Bern Interpretable AI Symposium

BIAS in Medical Image Analysis, at the University of Bern, on 24 of March 2023

(Photo © Mart Production, Pexels)

When: 24 March 2023, 9.30-16.30h
Where: Kuppelraum, University of Bern, Hochschulstrasse 4


The Bern Interpretable AI Symposium (for Medical Image Analysis) is a one-day meeting (on the 24th of March 2023), aiming to bring researchers together in the medical image interpretable AI community. Our hope and objective is to attempt to “open the black box”, share insights into challenges and breakthroughs in this field and to foster better interaction with each other.

We plan to operate in a hybrid mode: both online and in-person, with an emphasis on accessibility to early-career researchers and folks who are new to this and interested to get involved in this field. To facilitate this, we have lined up a series of invited talks from all three major stakeholders: industry, academia, and clinics, to give an overview of recent advances, challenges, and efforts for sharing insights.

Call for Abstracts

We invite submissions of extended abstracts for oral and poster presentation during the symposium. Submitting an abstract is great way to engage with the interpretable AI in medical imaging community and to showcase your research. Submitted work can be preliminary and work-in-progress, and we welcome perspectives and position papers as well to foster discussions about recent trends in this niche space. More details on deadlines below.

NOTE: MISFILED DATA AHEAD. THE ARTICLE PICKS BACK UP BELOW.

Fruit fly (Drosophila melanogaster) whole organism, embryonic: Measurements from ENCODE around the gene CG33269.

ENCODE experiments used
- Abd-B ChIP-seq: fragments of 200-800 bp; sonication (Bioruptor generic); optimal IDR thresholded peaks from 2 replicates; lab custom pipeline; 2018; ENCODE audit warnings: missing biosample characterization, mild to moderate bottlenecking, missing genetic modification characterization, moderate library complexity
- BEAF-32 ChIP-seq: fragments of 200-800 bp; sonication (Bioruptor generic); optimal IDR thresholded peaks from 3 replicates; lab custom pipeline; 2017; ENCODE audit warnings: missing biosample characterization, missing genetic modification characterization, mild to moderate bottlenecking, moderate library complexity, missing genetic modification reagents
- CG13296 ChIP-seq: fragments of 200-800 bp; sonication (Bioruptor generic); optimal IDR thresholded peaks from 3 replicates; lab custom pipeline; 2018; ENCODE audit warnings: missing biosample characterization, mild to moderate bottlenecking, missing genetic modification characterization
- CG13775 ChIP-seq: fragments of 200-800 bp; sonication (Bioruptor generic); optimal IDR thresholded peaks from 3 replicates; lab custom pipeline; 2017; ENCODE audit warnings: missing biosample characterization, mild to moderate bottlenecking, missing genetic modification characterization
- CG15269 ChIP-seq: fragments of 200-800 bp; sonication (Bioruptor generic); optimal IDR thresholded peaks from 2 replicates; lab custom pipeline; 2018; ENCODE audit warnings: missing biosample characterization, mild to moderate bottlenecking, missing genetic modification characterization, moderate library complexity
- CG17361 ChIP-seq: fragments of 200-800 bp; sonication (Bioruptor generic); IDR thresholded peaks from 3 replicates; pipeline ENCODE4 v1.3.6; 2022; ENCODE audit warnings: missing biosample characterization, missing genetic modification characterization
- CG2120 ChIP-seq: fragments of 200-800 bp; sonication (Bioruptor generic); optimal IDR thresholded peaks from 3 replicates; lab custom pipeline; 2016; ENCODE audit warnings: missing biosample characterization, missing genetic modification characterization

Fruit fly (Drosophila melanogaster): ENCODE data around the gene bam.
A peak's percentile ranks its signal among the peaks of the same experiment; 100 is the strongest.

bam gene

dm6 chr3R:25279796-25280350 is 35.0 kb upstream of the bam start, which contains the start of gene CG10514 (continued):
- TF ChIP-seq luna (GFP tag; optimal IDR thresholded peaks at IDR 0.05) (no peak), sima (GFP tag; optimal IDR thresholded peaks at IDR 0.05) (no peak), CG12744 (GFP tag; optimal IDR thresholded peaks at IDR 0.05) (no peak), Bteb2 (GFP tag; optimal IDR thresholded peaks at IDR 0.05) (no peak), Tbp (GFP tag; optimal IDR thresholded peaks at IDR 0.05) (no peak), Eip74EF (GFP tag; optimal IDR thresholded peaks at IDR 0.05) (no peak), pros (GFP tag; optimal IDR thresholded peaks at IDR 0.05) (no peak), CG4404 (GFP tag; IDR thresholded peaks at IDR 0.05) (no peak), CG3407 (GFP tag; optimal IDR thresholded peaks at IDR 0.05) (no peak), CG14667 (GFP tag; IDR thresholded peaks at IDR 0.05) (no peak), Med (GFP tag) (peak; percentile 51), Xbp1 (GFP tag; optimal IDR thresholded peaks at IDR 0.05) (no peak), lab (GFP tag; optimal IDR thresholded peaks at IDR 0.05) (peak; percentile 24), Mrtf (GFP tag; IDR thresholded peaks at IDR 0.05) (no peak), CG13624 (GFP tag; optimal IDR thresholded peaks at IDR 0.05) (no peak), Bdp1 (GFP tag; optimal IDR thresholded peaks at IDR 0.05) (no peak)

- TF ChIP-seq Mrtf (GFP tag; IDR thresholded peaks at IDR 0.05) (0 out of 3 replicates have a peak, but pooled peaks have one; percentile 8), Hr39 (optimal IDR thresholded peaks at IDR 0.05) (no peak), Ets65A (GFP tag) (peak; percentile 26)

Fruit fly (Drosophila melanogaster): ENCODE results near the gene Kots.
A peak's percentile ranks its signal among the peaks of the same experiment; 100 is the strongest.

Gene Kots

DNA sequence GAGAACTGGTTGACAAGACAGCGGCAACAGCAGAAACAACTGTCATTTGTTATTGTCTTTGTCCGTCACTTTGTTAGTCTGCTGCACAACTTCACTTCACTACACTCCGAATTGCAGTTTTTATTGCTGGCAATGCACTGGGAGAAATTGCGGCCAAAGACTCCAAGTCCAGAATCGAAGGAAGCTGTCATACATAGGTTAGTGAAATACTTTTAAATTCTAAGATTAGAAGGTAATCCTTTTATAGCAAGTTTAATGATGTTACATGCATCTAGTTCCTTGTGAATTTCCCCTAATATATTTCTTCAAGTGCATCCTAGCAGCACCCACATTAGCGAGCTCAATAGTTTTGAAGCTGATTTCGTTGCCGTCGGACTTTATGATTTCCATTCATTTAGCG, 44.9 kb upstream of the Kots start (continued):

Although the “AI model” boom in recent years has generated promising results in mission-critical fields like medical imaging, interpretability is a major question mark. The understanding of medical images by researchers in academia, industry and clinics could be different, and we believe it requires a common language and terminology for obtaining precise and safe inferences.
Developing novel tools in computer aided diagnosis, therapy and intervention depends critically on our ability to explain their behavior, assign a level of accountability, and BIAS attempts to bring these questions to the fore, in an unbiased manner. The symposium aims to raise awareness amongst all the stakeholders of the unmet needs in interpretability for successful deployment of AI in medical imaging.

Contact the Organizers

Please reach out to Amith Kamath, Yannick Suter or Mauricio Reyes.

Preliminary progam
Time Subject Speaker
09.00h Registration
09.30h Introduction and welcome Amith Kamath, Uni Bern
09.45h Machine learning interpretability - Road to mastery: Tutorial Dr. Mara Graziani, HES-SO Valais-Wallis & IBM Research, Zurich
10.15h Coffee / Refreshments Foyer
10.30h Keynote: The need for interpretability in clinical decision support Prof. Dr. Henning Müller, HES-SO Valais-Wallis
11.30h Explainable AI (XAI) for medical applications with MATLAB Dr. Christine Bolliger and Dr. Res Joehr, MathWorks
12.00-13.00h Lunch Break Mensa Gesellschaftsstrasse
13.00h Poster presentations - I Dr. Yannick Suter, Uni Bern
14.00h Coffee / Refreshments
14.15h Keynote: The day 2 problem for medical imaging AI

Dr. Matt Lungren, Nuance Communications, a Microsoft Company

14.45h Poster presentations - II Dr. Yannick Suter, Uni Bern
15.45h Keynote: Practicing Safe Rx: The importance of intelligible machine learning in healthcare Dr. Rich Caruana, Microsoft Research
16.45h Panel Discussion Dr. Mara Graziani, Dr, Rich Caruana, Dr. Mohamed Anas, and Dr. Lisa Koch
Moderation: Prof. Dr. Mauricio Reyes